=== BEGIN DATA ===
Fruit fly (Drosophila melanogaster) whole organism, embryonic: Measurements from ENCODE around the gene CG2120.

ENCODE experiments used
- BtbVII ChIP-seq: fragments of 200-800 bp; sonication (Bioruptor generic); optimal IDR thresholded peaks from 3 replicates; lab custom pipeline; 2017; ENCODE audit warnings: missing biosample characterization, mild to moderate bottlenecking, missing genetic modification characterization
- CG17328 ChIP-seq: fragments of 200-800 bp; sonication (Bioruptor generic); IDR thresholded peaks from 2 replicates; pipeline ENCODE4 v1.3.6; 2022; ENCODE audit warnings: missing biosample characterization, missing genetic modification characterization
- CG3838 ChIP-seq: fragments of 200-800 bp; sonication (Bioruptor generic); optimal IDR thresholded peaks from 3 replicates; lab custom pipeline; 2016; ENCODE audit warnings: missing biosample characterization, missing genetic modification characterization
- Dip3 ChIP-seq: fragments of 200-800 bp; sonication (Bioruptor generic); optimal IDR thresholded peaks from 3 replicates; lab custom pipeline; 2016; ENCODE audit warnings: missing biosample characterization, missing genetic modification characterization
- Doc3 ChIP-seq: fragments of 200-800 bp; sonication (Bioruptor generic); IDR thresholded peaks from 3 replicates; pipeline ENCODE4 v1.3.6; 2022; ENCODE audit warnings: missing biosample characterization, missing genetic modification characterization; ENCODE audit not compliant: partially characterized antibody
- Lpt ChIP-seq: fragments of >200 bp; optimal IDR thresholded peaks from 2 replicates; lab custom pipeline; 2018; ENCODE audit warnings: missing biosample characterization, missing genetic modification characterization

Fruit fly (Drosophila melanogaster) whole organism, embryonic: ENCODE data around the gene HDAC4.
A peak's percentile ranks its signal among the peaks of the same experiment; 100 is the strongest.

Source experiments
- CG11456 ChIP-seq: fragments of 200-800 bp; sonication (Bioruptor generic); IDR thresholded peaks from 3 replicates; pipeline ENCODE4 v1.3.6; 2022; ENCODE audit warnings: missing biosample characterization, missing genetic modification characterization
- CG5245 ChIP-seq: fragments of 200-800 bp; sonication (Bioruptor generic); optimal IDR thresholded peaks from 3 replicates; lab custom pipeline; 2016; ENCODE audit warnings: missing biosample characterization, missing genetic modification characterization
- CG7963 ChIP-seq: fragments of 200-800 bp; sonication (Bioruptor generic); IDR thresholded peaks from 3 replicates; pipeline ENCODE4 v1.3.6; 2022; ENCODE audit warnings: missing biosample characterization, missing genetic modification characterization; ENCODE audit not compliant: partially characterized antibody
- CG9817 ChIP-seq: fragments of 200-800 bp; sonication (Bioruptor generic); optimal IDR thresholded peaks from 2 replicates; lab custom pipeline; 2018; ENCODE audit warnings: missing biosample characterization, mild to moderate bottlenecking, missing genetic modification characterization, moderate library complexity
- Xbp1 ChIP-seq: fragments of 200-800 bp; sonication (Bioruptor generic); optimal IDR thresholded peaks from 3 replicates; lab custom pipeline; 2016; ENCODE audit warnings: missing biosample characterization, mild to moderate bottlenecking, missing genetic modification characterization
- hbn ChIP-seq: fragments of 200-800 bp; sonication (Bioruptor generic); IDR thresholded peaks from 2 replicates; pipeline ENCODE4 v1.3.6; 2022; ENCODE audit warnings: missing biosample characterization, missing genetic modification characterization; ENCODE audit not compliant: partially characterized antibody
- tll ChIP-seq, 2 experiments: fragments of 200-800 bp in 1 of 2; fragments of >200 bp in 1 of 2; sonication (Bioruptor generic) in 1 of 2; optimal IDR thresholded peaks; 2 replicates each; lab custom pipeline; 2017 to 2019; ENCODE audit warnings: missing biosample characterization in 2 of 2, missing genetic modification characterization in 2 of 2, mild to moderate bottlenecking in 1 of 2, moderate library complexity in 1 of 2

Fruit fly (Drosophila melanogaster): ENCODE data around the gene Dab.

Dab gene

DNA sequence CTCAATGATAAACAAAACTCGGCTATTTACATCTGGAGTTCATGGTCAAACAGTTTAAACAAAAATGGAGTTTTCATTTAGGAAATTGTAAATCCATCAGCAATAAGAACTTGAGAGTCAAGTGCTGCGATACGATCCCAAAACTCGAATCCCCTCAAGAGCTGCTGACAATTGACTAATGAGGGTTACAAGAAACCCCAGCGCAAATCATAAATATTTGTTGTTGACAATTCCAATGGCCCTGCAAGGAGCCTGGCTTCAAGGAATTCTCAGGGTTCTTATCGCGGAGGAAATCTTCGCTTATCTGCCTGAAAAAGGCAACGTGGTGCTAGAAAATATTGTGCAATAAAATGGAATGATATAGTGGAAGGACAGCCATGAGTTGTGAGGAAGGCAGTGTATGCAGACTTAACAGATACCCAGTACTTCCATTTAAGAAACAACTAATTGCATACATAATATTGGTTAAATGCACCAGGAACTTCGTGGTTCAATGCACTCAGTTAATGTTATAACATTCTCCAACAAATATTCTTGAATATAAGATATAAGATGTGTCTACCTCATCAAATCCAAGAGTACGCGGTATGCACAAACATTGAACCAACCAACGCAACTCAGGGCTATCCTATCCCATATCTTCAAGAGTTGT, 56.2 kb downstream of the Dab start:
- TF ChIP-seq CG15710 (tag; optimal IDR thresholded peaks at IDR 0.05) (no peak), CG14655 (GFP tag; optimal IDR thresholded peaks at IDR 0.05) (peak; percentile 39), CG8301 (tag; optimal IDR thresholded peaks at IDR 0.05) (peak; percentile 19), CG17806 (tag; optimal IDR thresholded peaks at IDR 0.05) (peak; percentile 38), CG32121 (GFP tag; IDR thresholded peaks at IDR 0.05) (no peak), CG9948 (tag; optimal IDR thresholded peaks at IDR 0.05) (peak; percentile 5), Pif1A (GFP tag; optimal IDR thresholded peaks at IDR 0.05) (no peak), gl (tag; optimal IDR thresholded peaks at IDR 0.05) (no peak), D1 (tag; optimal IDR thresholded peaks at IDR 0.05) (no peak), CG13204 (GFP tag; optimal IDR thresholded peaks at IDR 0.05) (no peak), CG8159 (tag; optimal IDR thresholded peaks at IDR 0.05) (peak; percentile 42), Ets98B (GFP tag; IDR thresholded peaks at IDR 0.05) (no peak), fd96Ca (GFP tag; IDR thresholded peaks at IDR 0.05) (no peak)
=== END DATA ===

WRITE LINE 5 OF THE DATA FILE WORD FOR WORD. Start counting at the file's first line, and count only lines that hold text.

- CG3838 ChIP-seq: fragments of 200-800 bp; sonication (Bioruptor generic); optimal IDR thresholded peaks from 3 replicates; lab custom pipeline; 2016; ENCODE audit warnings: missing biosample characterization, missing genetic modification characterization